I’m writing this piece as a challenge to myself. If I had my choice, I’d wake up tomorrow with my health restored. But here I am, into my 19th year of chronic illness (which includes ), so I decided to see if I could come up with 10 things I “like” about being chronically ill in order to counter all those “don't likes.”
Don’t-Like. Being housebound most of the time. I can spend days not being able to leave my apartment except to take the dog out. It can feel oppressive at times.
Like. Being housebound means that day is my own. Being on my own so much allows me to craft most days as I wish, so long as I stay at home. Yes, it can be oppressive at times but, at other times, I have the opposite feeling. This ability to control my own day gives me a sense of freedom I never felt before becoming chronically it. It’s odd to say that being housebound can make me feel free, but it can…and I like that.
Don’t-Like. All those doctor appointments. We're all too familiar with this Don't-Like.
Like. A doctor’s appointment gets me out of my apartment. If it’s one of those days when it feels oppressive to be stuck at home, at least a doctor’s appointment gets me out into the world.
Don’t-Like. Having lost so many friends. Many of my pre-illness friends have drifted away, either because I’m too unreliable as a companion (I may have to cancel at the last minute), or because they have a strong aversion to pain and illness (it scares some people, even though they’re a natural part of the life cycle.)
Like. I treasure the few close friends I have. I’m so much closer to them. They understand my limitations. They’re gracious if I have to cancel at the last minute. Our sharing is deep and intimate. I’m to have them as friends.
Don’t-Like. I don’t have a reason to get dressed up anymore. It used to be fun at times. It made me feel pretty.
Like. I don’t have a reason to get dressed up anymore!! It was a pleasure to get rid of my pantyhose and my heels. I’m sure we each have our own list of things we’ve been happy to discard.
Don’t-Like. Waking up feeling as if I never went to sleep. This is called non-restorative sleep. I remember how wonderful it felt to wake up feeling refreshed in the morning. Pain and illness keep that from happening now.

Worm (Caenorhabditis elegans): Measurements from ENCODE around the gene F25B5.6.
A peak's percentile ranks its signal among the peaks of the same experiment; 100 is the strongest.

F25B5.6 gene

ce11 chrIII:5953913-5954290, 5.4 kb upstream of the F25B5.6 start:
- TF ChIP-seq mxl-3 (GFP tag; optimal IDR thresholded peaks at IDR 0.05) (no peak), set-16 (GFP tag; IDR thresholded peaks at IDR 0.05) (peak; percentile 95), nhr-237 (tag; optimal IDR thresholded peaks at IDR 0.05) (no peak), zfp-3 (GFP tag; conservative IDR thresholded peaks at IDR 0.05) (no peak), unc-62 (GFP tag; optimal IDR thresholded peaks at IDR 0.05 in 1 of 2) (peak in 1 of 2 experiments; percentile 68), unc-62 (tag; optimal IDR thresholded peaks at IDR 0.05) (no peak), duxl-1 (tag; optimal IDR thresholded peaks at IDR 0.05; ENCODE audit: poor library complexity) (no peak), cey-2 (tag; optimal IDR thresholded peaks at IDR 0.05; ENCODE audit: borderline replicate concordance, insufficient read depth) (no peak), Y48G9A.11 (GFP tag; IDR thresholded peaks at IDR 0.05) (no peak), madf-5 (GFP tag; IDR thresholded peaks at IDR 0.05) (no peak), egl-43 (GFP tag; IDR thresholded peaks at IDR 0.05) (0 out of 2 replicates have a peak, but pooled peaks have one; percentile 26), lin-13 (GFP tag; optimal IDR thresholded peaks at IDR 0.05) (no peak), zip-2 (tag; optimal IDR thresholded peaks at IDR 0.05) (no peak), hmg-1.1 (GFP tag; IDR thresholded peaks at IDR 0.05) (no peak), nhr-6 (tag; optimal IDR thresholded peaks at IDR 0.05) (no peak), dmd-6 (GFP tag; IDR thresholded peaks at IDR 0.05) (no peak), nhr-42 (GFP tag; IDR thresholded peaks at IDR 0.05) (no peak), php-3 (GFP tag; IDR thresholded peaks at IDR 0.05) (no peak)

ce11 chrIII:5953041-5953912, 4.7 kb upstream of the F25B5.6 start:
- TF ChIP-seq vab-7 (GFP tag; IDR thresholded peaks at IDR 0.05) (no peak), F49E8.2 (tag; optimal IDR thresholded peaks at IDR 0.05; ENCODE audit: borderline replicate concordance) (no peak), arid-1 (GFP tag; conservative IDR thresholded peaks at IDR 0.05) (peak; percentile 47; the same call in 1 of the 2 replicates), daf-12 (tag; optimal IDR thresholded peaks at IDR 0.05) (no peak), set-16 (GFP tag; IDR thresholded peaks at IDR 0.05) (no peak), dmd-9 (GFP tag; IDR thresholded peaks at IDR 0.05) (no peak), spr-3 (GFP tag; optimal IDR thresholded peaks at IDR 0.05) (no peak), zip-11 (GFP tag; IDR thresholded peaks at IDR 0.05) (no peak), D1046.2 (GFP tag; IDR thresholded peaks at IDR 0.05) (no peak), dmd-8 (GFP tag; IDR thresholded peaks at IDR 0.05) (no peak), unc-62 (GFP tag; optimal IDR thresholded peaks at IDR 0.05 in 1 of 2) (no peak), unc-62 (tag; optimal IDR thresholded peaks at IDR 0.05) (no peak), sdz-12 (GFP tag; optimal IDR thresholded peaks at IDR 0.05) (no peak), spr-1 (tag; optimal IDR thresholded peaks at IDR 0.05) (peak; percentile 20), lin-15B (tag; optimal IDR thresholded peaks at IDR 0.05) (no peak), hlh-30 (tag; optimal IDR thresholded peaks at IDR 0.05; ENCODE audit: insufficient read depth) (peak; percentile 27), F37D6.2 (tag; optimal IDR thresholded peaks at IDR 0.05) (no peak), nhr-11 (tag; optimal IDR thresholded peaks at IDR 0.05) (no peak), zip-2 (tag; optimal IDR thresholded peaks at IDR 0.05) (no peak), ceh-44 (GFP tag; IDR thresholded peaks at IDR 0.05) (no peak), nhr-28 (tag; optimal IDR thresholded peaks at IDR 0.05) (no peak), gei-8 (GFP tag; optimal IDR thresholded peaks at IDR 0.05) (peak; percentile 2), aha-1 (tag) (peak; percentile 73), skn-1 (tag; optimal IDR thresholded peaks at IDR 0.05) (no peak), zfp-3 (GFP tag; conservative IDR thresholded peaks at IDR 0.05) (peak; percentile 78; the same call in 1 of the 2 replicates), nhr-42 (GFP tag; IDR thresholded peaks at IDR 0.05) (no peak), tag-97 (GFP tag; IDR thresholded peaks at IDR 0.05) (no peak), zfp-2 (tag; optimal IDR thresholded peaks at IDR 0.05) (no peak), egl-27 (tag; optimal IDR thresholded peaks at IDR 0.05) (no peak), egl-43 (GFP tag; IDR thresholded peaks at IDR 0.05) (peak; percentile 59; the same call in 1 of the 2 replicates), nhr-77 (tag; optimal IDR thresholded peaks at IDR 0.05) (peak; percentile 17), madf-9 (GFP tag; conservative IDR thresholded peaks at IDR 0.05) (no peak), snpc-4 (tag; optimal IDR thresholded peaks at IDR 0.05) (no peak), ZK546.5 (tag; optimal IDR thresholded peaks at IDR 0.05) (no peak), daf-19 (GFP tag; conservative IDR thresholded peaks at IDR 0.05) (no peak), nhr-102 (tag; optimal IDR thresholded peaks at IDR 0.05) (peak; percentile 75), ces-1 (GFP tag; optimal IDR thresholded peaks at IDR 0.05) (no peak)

Like. At least (almost always) non-restorative sleep doesn’t interfere with my commitments because I have so few. I may feel lousy but at least I’ll be at home feeling lousy!
Don’t-Like. How hard it is to take care of basic things. Some days are more challenging than others on this score. My hamper can fill up with clothes because I don’t have the stamina to run the washer and dryer. My sink can fill up with dishes because it’s too hard to stand in front of it long enough to wash them.
Like. I have fewer things to take care of! Yes, my hamper may fill up with clothes, but that hamper is half the size it used to be since I have fewer clothes. In fact, I have less of almost everything. It can make me feel “lighter” about life, and I like that.
Don’t-Like. Being unreliably socially. It was always important to me to keep my commitments. If I said I’d meet someone for lunch at 12:00, I’d be there at 11:55. Now, the problem is not being late, it’s being able to come at all. I can wake up in the morning feeling so sick that I have to cancel any social plans I’ve made for the day.
Like. Not having to commit to social occasions that I’d rather not attend. I wasn’t sure I should include this because, not only does it sound rude, but I think it may be a little secret that all of us who struggle with our health share: we have the perfect excuse to bow out of things we don’t want to do. I rarely use my chronic illness as an excuse because I generally feel obligated to accept an invitation, if the occasion is within my limitations. But, there you have it: a confession.
Don’t-Like. My inability to take long walks with my dog. Before I got sick, walking was my principal form of exercise. I liked to take whatever dog we had at the time (I always have a dog) on hour-long walks, always heading for nearby parks and wild areas.
Like. My dogs have become close friends. I never paid as much to my dogs as I have since becoming chronically ill. Yes, I walked them, but it was never a “personal” relationship. Now it is. I think of my current dog, Scout, as a roommate.
Don’t-Like. Being so limited in what I can do. At times, this has been a big source of frustration.
Like. I’ve become more creative. I’ve been forced to find things to do that are fun or fulfilling but still within my limitations, and I think this has been good for me. Recently, after filling some embroidery hoops with flowers embroidered on various colors of material, I made a mobile out of the hoops. I did almost all of this from my bed. Was I not chronically ill, this idea would never have occurred to me.
And the Number One thing I "Don't-Like BUT Like" about being chronically ill:
Don’t-Like. The lack of in-person interactions. Being in the company of others in person, as opposed to connecting with others online (via email, texts, websites), has an intimate quality to it that I miss.
Like. The online life that so many of us with chronic illness share has connected me with people all over the world. I feel like a world citizen. Because of my books and online writing, I get emails from everywhere on the globe. One of my favorites was a recent one from a pharmacist in Iraq who asked me if there was a way she could get one of my books. Iraq!
I hope you’ll add to my “don’t like but like” list in the comments section below.
You might also like “Things to Do When You’re Mostly Housebound.”